You simply can't go wrong with director John Ford's 1952 romantic comedy "The Quiet Man," starring the lovely Maureen O'Hara and the one and only John Wayne. Wayne, cast here against type as ex-boxer Sean Thornton, who returns to reclaim his Irish homestead and winds up falling for a poor maiden (O'Hara), proves that while he certainly could not play Genghis Kahn (see 1956's "The Conqueror," or don't, it's awful), he certainly can pull off gentle, lighthearted fare. This film is a timeless hoot that nabbed Oscars for Best Director and Best Cinematography.
45 years later, comedienne and political commentator Janeane Garofalo starred in another quirky romantic comedy set on the Green Isle, but "The Matchmaker" is far less known than Wayne's unlikely success. In this plucky low-budget sleeper, Garofalo plays an assistant to a beleaguered U.S. senator, who sends her to Ireland to trace his ancestors in hopes of currying favor by leaning on his heritage. She arrives just as the tiny town's annual Matchmaking Festival is getting underway, and as a stylish and single female stranger, she finds herself beset upon by two competing professional matchmakers - both of whom are determined to find her a suitor. You'll find yourself trying to dislike this charming piece of fluff, but to no avail.
Then there's my personal favorite, 1974's sci-fi allegory "Zardoz," starring legendary Scottish thespian Sean Connery (post-James Bond) and the lovely Charlotte Rampling. Heady and psychedelic in the best ways possible, it's a post-apocalyptic, symbolism-laden tale of a violent barbarian named Zed (Connery) who intrudes upon the last vestiges of educated, intellectual society - with drastic consequences. Set in the distant future, it finds Connery sporting a long moustache and ponytail, and not much else (he's in a loincloth for most of the film).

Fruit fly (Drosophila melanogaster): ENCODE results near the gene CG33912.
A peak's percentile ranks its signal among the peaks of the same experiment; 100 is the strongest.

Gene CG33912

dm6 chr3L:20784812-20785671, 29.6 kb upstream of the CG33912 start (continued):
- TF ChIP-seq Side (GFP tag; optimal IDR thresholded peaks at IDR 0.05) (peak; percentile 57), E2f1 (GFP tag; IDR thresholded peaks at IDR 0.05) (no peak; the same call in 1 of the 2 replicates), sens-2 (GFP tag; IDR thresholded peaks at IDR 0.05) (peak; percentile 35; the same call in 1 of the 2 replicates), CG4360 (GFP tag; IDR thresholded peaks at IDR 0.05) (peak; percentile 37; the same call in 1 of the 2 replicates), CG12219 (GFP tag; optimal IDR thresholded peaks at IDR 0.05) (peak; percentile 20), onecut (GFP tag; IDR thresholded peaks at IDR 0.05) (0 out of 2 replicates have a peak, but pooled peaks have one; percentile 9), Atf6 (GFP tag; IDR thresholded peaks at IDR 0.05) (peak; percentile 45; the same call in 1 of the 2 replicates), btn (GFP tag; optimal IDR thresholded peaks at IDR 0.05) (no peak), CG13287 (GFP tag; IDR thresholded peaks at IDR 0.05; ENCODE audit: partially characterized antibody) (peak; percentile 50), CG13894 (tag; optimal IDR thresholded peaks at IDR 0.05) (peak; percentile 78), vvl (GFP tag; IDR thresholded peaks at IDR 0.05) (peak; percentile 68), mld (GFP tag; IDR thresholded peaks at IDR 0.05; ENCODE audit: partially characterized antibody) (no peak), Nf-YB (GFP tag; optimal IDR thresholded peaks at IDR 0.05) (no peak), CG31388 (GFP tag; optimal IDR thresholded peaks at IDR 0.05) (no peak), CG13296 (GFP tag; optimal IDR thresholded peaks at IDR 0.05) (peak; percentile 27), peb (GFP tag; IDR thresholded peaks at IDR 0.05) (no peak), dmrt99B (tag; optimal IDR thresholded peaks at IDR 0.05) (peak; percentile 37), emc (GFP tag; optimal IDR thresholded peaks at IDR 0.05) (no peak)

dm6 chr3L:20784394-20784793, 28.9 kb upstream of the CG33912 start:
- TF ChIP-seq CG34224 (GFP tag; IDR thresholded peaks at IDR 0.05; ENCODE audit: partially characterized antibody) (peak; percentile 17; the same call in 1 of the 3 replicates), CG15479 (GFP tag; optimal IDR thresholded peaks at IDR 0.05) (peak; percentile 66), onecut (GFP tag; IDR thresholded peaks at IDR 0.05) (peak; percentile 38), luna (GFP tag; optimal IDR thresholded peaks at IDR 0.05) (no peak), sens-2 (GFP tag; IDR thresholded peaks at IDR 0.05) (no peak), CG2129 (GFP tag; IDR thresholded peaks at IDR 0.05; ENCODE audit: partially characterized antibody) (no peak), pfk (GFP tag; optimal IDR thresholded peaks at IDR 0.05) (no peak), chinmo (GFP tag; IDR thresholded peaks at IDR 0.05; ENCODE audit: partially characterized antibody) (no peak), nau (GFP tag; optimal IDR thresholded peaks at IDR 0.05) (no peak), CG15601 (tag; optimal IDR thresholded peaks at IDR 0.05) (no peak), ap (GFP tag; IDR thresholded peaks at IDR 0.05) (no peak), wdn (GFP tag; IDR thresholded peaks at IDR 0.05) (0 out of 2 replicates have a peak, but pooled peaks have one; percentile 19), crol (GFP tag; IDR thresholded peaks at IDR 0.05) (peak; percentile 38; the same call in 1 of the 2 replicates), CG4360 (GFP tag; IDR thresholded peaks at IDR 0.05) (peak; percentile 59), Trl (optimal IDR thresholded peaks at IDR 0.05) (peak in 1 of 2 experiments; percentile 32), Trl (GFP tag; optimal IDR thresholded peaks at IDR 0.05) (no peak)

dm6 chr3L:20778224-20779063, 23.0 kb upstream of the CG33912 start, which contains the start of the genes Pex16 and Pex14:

Written and directed by the great John Boorman ("Excalibur"), there's never been another film quite like it, and likely never will be again.
Now, as far as movies about drinking go: The late Ray Milland is absolutely phenomenal as a troubled, alcoholic writer in director Billy Wilder's classic 1940s noir-with-a-message "The Lost Weekend." In fact, he won an Oscar for the performance before his own battles with alcohol slowly destroyed his movie career.